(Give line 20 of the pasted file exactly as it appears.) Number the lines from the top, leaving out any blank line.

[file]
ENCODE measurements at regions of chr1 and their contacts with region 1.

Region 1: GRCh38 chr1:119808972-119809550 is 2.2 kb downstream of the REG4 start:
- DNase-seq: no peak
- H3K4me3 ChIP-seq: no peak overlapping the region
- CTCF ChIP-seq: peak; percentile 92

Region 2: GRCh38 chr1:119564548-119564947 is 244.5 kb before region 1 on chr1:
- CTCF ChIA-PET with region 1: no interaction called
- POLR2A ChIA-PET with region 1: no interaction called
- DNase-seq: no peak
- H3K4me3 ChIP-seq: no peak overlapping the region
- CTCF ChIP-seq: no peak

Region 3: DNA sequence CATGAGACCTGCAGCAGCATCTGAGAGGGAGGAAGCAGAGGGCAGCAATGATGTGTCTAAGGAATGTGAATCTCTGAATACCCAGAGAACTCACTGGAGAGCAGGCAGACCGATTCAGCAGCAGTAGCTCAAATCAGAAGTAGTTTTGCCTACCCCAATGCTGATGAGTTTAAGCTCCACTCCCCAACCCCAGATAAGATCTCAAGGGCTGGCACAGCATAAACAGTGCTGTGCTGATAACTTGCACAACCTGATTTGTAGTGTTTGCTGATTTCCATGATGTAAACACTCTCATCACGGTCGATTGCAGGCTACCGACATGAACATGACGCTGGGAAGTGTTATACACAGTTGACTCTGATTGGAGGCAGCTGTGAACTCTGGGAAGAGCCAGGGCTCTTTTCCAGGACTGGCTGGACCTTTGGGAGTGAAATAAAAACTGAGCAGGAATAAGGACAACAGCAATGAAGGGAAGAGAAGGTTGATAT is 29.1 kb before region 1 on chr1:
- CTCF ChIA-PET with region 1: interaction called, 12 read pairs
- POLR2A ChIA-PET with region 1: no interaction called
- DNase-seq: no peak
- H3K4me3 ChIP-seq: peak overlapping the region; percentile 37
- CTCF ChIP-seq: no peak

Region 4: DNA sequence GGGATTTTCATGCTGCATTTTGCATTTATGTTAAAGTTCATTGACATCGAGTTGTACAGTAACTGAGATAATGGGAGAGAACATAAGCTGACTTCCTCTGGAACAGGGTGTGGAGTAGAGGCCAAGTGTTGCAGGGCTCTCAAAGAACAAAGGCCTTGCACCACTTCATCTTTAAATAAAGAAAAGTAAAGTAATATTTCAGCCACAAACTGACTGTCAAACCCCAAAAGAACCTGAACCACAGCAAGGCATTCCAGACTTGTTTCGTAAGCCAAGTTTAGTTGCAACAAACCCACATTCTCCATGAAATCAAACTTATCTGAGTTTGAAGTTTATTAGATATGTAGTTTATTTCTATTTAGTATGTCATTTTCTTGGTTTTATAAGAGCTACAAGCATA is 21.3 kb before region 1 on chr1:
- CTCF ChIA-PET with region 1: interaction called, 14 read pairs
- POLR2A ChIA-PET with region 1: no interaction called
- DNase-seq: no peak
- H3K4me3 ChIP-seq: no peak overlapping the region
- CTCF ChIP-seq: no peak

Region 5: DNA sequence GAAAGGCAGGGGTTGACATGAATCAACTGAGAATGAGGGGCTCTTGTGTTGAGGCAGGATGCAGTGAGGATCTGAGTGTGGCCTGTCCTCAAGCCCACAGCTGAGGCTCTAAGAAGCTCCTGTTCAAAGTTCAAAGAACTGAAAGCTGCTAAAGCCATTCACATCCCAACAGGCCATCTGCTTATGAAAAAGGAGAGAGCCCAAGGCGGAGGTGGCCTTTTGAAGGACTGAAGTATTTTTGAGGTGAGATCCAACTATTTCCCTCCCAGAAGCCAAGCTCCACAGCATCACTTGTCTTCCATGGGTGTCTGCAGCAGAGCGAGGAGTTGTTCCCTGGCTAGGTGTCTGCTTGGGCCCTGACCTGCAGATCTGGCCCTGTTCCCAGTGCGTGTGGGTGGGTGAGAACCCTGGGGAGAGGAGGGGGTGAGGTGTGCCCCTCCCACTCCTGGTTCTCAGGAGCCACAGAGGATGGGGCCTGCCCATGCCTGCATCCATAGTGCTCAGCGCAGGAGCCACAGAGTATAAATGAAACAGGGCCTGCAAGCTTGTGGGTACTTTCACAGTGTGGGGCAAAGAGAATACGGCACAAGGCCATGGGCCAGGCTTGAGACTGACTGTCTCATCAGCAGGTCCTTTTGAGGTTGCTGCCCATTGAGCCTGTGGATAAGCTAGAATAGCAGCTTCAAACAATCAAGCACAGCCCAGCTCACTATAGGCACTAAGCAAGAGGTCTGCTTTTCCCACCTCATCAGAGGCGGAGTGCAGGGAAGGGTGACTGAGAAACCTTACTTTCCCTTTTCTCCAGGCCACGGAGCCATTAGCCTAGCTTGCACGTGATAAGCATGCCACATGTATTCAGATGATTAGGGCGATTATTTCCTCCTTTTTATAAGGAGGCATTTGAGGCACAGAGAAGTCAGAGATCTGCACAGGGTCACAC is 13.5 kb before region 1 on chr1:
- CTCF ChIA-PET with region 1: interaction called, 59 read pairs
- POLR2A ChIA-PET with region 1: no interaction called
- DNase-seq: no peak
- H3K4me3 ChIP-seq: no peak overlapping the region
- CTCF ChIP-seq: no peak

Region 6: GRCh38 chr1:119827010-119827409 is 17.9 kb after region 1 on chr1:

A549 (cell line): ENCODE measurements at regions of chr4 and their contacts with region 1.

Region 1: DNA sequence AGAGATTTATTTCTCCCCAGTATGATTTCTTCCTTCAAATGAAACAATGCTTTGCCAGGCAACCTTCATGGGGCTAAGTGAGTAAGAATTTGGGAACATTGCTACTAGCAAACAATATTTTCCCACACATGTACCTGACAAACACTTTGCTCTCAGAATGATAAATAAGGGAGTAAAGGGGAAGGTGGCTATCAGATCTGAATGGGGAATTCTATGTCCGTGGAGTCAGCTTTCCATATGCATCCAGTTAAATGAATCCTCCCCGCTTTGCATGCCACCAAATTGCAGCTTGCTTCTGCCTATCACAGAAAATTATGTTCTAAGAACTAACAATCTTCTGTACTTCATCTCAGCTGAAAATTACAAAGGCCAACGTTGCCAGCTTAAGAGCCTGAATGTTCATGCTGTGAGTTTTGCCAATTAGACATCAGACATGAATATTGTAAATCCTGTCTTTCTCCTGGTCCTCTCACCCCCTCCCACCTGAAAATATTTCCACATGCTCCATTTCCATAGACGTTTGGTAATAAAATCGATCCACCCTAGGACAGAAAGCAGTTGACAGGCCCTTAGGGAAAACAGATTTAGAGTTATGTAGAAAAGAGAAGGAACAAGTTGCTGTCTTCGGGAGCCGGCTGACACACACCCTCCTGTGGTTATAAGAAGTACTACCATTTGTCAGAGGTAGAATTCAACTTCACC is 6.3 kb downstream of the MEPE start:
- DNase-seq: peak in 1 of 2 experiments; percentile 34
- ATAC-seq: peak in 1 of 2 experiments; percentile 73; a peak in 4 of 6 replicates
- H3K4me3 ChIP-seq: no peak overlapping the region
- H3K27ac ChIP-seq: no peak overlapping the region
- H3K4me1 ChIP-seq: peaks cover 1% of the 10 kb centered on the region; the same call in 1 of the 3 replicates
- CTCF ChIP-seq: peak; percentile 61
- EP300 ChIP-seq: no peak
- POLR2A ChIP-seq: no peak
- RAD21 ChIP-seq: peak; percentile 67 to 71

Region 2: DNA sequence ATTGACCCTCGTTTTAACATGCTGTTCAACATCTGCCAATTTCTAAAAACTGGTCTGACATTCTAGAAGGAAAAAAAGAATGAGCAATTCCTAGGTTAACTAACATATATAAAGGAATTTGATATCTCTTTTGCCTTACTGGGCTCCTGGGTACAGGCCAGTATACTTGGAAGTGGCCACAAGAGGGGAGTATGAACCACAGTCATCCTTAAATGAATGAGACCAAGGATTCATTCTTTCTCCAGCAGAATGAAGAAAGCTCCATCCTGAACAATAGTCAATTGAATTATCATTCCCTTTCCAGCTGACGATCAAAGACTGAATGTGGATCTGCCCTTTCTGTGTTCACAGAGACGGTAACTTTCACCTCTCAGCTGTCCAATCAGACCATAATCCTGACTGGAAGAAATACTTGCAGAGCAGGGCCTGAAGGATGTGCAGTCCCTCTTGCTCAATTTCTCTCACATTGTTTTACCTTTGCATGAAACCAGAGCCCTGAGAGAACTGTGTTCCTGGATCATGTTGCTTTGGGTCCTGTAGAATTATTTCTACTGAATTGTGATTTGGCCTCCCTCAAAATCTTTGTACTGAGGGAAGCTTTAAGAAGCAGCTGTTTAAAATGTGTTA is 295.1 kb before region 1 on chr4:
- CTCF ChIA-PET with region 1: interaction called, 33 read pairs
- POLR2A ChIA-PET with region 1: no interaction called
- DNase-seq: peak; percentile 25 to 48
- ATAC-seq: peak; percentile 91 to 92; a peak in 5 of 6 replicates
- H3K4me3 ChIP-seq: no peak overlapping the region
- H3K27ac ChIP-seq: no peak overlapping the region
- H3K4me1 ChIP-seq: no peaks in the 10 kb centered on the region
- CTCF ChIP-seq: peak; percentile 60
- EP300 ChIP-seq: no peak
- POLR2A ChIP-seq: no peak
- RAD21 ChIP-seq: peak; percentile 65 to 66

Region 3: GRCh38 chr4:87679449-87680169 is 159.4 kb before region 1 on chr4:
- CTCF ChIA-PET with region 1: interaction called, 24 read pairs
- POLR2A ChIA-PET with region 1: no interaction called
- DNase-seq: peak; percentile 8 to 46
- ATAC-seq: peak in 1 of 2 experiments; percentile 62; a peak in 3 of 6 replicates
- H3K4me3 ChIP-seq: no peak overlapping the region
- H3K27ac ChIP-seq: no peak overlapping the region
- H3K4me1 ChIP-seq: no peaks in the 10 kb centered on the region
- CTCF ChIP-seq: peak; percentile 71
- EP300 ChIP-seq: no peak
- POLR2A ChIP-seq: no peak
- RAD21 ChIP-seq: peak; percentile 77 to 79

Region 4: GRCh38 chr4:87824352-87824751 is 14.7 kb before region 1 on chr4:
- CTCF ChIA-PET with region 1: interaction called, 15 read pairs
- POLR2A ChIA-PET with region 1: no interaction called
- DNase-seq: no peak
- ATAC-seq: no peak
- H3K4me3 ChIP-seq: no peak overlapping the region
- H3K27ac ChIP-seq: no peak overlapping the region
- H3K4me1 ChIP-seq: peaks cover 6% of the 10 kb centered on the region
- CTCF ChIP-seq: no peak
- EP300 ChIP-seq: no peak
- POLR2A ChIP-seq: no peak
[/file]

- POLR2A ChIA-PET with region 1: no interaction called